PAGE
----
Application Driven Documentation

Fri Nov 16, 2012

In this post I’m going to talk about how we use C3D Toolkit to generate 'live' sample code snippets for our CGM documentation.

One of the things we’ve done with the CGM documentation from the start is to focus on what we call “HowTos”.  These are standalone sample functions in our DocWiki that illustrate how to use CGM functions to accomplish some task – the idea is that customers can paste the function into a *.cpp file in their application and modify it to suite their particular needs.  This initiative has been very successful – our customers really like the HowTos. It is also not rocket science – sample usage code as part of the documentation of an API is standard stuff. The interesting part comes from the word 'live' that I used above.

What do I mean by live sample code?  I mean sample code that is used in a real application and so is called by end users every day, as opposed to sample code that is motivated by a documentation requirement “every interface method must have sample code which calls it”.  How many times have you looked at the sample code for a method and seen some silly little program that is obviously contrived to just set up a bunch of inputs and call the method?  If we think of a testing analogy, live samples are analogous to contract checks, in that they are an integral part of the application code, while contrived samples are analogous to unit tests, in that they are isolated executables that set up data structures for the express purpose of calling a particular method.

One of our goals in developing C3D Toolkit was to give ourselves a platform with which to develop live samples.  The way we’ve done this is to turn the implementation of the C3D Toolkit extensions (commands) into HowTos which are placed in our DocWiki; the goal is that every modeling extension has a corresponding HowTo.  For example, we have a “Fillet” extension in C3D that fillets (rounds) sharp edges.  The C++ code underneath this extension eventually (after extracting argument lists etc.) calls a standalone function “HowToFillet”, which contains the code that a customer would use in his application to implement a fillet feature.  Voila – we’ve got a live code snippet for the fillet operator.

As you’ve probably figured out, I think that live sample code is vastly superior to contrived samples. By making our samples part of our C3D Toolkit application, we gain the following advantages:

  • Our sample code is built every night.  If an interface changes that breaks the sample our nightly build process will catch it.
  • Our sample code is tested every night.  We have tests that do fillets in C3D Toolkit – these tests ensure that our sample code doesn’t regress (against the tests).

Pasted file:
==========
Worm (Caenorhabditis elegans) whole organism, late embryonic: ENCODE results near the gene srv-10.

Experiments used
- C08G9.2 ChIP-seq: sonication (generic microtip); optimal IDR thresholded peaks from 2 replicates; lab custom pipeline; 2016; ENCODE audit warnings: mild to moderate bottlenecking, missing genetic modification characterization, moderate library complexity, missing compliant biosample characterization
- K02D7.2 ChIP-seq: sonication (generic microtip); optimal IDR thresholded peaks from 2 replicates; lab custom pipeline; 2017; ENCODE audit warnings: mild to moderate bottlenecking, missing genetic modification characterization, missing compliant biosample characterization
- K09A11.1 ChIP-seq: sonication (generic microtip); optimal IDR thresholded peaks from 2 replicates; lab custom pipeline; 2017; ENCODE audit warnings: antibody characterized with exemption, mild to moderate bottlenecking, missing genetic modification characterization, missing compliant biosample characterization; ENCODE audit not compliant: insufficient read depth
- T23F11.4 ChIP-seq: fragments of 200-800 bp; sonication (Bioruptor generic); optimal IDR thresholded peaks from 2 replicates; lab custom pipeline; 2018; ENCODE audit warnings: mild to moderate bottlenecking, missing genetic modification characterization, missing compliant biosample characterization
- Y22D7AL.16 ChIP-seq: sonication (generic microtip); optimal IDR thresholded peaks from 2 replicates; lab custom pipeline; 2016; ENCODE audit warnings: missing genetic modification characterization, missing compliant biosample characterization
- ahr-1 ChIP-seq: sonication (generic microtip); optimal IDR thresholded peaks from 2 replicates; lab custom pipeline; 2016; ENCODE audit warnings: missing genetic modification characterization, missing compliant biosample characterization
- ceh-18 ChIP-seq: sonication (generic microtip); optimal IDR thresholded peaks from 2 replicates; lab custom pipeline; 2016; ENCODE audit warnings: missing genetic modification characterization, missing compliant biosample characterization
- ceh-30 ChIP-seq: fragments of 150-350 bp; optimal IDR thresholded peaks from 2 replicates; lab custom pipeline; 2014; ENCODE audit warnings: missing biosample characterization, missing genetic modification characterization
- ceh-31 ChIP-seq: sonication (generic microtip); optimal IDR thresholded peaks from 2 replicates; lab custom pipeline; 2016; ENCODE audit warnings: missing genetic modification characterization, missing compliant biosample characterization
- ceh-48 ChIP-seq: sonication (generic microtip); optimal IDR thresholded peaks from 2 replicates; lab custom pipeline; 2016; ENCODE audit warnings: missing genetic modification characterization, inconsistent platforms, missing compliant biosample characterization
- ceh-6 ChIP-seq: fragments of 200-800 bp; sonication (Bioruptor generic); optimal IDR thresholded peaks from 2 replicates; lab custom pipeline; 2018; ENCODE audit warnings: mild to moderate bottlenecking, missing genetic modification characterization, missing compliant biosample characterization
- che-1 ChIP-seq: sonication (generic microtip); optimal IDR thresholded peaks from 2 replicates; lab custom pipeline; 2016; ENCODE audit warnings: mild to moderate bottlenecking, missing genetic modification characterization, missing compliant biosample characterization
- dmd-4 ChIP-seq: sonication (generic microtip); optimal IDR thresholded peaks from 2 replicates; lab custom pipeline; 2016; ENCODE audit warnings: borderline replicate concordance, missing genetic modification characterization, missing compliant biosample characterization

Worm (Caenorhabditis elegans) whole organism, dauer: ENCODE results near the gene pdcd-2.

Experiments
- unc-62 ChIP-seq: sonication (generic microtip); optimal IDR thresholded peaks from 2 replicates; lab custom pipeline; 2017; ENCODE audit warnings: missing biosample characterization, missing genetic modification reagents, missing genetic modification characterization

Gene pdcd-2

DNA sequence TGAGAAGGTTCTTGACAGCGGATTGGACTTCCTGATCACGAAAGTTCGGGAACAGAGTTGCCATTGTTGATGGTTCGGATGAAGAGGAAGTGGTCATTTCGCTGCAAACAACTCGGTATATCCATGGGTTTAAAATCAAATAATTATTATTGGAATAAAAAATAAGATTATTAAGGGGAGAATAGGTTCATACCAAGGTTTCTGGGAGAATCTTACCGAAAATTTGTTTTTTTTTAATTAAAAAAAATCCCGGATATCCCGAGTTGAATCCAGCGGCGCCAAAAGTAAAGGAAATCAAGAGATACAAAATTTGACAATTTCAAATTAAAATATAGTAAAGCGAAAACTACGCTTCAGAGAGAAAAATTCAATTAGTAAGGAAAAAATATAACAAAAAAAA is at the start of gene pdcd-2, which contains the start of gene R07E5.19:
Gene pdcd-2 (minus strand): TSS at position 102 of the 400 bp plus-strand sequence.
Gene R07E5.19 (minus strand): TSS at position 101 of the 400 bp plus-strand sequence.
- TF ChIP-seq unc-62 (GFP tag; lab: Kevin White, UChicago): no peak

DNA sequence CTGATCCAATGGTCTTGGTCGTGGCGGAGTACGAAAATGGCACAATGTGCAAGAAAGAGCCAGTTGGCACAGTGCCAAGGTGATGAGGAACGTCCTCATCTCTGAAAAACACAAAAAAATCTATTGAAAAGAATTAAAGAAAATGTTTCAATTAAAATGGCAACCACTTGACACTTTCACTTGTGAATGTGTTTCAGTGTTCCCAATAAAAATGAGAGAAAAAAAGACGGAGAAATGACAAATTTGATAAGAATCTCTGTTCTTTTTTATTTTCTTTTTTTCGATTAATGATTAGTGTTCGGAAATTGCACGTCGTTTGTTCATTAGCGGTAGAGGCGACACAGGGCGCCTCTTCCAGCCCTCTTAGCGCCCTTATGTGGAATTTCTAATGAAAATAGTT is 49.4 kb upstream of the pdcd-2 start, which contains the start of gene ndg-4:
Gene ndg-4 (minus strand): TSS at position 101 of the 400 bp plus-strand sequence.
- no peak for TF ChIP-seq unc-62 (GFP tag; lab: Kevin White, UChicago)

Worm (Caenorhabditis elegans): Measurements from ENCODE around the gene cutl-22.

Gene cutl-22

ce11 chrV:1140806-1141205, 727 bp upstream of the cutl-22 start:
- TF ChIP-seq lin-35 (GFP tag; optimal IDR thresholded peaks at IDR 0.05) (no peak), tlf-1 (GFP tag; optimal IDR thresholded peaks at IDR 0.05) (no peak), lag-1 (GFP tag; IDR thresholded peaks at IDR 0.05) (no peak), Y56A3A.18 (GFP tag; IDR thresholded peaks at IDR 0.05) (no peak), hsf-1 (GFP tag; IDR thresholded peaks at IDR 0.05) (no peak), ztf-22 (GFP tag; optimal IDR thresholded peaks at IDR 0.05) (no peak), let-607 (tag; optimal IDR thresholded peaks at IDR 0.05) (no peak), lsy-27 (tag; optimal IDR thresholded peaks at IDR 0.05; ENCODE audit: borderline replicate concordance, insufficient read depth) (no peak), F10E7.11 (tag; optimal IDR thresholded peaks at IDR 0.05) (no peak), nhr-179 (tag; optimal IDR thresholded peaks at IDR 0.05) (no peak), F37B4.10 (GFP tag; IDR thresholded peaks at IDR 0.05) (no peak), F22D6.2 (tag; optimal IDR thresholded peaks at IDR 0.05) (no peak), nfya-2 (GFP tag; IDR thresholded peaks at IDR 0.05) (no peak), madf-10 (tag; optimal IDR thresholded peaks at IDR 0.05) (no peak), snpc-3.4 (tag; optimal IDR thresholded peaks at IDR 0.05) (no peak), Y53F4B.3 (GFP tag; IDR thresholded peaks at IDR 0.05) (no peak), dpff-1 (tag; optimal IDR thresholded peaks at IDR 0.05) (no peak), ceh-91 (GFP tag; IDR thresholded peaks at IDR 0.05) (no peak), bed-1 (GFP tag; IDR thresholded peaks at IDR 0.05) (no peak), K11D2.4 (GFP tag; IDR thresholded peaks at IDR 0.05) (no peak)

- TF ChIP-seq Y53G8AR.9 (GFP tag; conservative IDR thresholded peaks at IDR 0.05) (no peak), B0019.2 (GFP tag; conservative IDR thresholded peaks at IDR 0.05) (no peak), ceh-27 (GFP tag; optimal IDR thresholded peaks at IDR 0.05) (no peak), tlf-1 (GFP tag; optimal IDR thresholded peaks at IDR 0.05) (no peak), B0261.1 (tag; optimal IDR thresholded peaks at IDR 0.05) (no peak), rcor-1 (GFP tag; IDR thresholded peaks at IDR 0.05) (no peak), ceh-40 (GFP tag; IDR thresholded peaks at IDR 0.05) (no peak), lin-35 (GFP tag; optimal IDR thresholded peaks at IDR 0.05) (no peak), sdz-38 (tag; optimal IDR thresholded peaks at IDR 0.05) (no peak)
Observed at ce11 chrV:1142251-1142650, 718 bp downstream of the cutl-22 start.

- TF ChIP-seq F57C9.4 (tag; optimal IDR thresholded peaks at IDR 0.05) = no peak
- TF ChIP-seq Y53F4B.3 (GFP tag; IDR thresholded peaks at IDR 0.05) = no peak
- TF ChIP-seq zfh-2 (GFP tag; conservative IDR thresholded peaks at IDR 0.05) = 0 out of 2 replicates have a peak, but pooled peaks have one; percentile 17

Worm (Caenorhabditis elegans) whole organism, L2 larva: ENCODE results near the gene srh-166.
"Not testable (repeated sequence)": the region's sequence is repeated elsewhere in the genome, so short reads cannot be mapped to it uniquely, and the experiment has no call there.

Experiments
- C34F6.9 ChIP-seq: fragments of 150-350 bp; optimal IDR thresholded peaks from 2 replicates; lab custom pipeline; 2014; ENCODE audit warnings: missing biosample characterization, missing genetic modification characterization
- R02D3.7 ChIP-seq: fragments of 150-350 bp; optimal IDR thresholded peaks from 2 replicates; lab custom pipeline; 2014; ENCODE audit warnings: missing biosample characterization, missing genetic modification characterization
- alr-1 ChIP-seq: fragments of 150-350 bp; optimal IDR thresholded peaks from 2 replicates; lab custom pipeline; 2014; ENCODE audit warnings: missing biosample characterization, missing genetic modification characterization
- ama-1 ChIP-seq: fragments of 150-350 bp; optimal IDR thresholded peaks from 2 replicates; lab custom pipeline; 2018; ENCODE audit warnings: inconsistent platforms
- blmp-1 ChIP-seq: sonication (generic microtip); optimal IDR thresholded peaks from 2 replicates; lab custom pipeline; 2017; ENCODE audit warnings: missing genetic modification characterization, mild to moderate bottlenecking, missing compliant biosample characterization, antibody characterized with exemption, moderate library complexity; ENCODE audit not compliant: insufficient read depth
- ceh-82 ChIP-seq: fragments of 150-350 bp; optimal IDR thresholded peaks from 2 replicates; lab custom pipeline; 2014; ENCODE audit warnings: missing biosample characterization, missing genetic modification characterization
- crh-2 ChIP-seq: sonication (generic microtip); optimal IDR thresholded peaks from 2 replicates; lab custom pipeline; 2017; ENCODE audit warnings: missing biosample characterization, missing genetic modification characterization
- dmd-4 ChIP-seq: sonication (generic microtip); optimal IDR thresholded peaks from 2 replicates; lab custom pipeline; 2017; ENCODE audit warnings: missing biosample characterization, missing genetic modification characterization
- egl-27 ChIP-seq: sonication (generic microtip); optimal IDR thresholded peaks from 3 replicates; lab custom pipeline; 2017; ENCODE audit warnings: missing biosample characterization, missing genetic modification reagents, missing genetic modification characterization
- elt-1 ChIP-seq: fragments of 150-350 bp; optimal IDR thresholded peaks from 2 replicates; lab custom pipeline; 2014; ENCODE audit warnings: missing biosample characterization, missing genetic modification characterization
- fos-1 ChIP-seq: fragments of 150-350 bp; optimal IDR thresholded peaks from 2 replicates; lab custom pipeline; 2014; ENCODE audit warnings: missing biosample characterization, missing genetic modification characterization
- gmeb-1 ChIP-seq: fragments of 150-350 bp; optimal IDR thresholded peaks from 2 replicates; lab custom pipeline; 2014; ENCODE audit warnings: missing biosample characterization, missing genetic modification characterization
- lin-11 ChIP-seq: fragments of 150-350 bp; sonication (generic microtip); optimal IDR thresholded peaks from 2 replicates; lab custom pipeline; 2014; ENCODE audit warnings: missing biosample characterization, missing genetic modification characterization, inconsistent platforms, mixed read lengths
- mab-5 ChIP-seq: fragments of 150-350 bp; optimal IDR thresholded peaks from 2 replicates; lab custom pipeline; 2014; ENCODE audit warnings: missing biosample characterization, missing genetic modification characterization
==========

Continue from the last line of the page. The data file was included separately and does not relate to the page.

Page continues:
• We have a good chance of detecting subtle mistakes in our sample code.  Our sample code is being used every day in C3D Toolkit.  If there are subtle, 1-in-a-1000 bugs in the sample code, we have a good chance of someone stumbling across them while using C3D Toolkit.  If, in contrast, the samples were simply contrived executables built and run in isolation, there would be no opportunity for discovering such nasty bugs.  We just benefitted from this a couple of months ago; we had written a sample without realizing that the operator being called might return multiple bodies.  As part of fixing the C3D Toolkit bug, we automatically fixed the bug in our sample and the improved sample was automatically included in our documentation.  This is the core advantage of live over contrived samples, in the same way that contract checks are superior to unit tests.  By integrating the samples in an end-user application, the selection pressure of lots of users using the application is applied to continually improving the samples.

Finally, live samples directly support rapid prototyping for customers.  Let’s say a customer wants to prototype a new workflow that he will include in his application.  We recommend the following steps:

  1. Prototype the workflow as a C3D Toolkit script (i.e. get it working in C3D Toolkit).
  2. For each extension called in the script, look up the corresponding HowTo.
  3. Write a (C++) workflow function in the application that calls these HowTo functions in the appropriate order.

As easily as that, the customer has a working C++ prototype for the workflow that they’re coding up.  In practice the customer might need to do some clean-up to get the C++ function working, but this process brings him very close to where he needs to be.

As you can see, I really like the idea of live samples; I hope I’ve convinced you that they’re an important documentation tool as well.


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